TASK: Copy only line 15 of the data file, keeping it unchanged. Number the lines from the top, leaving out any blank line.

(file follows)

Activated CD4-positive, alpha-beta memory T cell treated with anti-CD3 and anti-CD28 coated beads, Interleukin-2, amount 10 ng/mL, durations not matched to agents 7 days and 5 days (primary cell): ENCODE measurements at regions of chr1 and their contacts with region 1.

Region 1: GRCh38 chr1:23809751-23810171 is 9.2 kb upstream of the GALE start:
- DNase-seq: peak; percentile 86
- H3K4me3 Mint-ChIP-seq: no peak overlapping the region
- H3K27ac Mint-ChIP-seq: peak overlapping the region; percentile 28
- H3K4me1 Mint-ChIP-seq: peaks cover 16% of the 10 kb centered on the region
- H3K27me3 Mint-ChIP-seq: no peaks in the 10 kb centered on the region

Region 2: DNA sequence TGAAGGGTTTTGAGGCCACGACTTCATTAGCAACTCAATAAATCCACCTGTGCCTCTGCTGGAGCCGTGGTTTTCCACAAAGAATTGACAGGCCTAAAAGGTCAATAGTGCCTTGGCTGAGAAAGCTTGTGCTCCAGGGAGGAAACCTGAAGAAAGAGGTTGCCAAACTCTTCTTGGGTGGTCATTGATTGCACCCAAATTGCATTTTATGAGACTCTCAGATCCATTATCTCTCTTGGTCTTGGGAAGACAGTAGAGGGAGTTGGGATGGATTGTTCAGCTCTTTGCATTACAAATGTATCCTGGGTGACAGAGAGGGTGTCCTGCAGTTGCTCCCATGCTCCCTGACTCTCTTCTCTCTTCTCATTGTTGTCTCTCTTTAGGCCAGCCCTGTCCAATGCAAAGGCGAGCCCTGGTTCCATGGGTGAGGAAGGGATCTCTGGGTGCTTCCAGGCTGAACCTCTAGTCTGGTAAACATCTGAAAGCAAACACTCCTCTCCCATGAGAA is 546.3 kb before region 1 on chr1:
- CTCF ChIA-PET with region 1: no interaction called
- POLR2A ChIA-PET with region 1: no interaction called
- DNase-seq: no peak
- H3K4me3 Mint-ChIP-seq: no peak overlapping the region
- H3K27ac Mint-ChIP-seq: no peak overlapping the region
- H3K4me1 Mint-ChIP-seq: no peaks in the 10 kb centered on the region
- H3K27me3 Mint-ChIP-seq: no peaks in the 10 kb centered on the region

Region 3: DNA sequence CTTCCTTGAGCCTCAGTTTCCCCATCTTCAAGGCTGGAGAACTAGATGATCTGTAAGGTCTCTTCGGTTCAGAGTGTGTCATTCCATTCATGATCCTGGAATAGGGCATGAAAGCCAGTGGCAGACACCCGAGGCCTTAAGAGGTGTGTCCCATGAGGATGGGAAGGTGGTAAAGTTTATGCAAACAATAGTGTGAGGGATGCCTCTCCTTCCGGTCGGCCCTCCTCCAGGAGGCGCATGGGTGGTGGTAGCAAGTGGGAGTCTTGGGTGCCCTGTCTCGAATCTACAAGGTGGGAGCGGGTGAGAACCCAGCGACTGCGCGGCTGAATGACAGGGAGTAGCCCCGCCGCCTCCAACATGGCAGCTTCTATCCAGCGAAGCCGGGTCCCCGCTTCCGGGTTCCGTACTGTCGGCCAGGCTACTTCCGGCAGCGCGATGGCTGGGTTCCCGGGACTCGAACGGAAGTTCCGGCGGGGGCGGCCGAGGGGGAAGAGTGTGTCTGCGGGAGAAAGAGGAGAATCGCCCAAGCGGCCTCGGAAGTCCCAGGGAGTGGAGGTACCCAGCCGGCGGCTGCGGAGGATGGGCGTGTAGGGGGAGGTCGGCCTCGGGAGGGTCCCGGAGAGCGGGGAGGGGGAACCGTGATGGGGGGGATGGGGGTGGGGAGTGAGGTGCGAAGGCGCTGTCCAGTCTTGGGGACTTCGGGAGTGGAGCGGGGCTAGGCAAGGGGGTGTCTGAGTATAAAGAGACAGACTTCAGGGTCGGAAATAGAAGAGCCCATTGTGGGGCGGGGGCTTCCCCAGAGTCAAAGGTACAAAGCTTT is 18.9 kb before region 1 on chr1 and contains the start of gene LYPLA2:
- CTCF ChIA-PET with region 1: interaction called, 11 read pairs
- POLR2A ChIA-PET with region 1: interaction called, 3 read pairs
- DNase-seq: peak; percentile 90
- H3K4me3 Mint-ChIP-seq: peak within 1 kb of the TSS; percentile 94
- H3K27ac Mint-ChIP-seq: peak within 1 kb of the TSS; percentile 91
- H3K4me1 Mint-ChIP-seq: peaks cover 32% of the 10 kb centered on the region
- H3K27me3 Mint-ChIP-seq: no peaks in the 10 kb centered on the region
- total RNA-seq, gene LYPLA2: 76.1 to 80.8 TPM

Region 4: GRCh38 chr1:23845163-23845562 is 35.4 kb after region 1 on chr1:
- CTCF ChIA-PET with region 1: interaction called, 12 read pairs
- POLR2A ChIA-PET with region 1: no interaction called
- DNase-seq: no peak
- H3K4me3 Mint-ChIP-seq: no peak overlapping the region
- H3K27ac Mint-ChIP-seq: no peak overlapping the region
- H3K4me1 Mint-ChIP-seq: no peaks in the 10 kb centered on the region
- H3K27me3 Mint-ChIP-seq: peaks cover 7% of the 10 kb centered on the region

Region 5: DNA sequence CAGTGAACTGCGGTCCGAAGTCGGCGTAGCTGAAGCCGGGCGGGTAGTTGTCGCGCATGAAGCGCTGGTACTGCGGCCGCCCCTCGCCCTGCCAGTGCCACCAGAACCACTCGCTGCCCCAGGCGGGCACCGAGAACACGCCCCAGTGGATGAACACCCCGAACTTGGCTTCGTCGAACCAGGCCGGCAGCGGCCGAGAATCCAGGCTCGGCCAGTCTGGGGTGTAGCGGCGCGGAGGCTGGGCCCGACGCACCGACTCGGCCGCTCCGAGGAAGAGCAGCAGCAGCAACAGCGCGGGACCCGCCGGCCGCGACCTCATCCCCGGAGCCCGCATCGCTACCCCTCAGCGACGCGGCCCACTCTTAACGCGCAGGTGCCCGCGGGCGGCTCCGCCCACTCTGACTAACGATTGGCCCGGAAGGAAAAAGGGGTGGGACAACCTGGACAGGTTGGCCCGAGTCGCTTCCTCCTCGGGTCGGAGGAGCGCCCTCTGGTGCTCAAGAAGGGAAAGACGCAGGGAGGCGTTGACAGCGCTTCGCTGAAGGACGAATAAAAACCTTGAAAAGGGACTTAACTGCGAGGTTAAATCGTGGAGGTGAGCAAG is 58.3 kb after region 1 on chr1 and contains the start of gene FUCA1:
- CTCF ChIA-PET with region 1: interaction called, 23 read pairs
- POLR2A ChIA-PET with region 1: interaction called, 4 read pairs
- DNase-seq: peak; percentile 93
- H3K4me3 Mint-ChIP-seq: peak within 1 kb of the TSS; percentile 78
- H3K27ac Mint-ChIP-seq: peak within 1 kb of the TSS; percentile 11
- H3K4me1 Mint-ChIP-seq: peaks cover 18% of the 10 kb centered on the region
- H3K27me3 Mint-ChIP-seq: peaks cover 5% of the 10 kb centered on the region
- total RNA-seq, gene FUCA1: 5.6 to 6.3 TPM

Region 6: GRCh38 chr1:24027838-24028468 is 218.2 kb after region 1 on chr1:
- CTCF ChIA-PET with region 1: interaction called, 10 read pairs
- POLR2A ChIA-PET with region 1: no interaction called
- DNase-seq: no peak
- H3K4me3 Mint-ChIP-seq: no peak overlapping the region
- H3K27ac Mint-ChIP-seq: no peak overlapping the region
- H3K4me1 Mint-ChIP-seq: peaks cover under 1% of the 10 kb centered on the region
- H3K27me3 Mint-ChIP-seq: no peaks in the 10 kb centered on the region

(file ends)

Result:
- H3K27me3 Mint-ChIP-seq: no peaks in the 10 kb centered on the region